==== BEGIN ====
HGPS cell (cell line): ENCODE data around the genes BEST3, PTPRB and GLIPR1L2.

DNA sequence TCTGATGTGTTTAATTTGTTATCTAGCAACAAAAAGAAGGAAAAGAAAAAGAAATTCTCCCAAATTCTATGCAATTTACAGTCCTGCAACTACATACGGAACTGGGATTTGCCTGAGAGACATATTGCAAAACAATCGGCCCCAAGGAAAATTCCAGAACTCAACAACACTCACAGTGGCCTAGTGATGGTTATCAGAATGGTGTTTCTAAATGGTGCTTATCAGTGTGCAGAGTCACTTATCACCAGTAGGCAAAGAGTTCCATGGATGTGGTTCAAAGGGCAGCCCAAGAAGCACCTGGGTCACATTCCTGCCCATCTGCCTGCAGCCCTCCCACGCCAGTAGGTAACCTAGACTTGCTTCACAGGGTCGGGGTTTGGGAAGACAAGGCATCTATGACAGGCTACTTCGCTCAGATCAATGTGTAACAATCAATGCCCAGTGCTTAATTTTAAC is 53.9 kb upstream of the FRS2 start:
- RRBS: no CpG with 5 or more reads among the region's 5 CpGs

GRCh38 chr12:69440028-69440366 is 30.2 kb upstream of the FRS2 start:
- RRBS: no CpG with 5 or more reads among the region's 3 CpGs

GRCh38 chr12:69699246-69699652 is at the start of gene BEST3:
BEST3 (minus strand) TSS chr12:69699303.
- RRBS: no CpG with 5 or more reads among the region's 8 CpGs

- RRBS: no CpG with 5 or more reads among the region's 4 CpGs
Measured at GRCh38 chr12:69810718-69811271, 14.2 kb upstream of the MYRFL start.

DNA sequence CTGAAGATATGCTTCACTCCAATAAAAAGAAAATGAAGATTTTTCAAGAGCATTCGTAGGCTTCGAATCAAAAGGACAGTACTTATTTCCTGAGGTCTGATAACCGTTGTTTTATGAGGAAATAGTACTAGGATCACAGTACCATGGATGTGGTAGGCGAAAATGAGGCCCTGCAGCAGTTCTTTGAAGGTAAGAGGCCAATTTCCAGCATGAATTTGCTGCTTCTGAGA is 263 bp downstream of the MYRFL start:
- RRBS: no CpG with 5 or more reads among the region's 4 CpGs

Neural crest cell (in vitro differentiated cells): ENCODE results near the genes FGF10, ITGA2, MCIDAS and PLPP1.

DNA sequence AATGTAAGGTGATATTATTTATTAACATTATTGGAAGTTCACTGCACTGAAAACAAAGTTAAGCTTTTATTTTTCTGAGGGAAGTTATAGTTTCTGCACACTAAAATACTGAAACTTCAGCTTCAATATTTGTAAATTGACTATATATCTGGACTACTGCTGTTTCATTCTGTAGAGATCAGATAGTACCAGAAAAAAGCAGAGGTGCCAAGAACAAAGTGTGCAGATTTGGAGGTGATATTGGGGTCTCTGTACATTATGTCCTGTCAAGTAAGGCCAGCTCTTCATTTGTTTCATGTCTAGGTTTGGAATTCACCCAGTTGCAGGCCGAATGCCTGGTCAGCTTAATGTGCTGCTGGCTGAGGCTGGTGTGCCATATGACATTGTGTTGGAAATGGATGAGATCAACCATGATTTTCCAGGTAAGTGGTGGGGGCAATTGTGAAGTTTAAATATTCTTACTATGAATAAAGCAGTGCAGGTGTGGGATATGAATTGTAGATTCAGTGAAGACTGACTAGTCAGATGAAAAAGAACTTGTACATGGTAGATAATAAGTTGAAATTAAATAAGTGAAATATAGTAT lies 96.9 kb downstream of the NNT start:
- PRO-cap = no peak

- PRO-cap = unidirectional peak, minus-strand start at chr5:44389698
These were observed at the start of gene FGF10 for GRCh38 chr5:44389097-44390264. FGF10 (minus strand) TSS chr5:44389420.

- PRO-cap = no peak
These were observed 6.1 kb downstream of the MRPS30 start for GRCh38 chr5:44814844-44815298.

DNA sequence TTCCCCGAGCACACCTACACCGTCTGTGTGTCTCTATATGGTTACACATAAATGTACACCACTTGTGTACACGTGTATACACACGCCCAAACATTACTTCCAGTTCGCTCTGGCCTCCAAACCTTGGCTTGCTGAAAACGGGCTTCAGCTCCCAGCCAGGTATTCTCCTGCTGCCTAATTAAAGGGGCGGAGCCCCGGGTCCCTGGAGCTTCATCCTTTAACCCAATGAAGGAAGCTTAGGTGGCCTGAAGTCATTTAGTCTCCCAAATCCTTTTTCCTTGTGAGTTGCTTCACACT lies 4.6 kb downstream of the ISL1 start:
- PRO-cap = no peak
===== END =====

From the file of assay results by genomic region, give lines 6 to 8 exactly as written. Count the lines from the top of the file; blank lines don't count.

GRCh38 chr12:69699246-69699652 is at the start of gene BEST3:
BEST3 (minus strand) TSS chr12:69699303.
- RRBS: no CpG with 5 or more reads among the region's 8 CpGs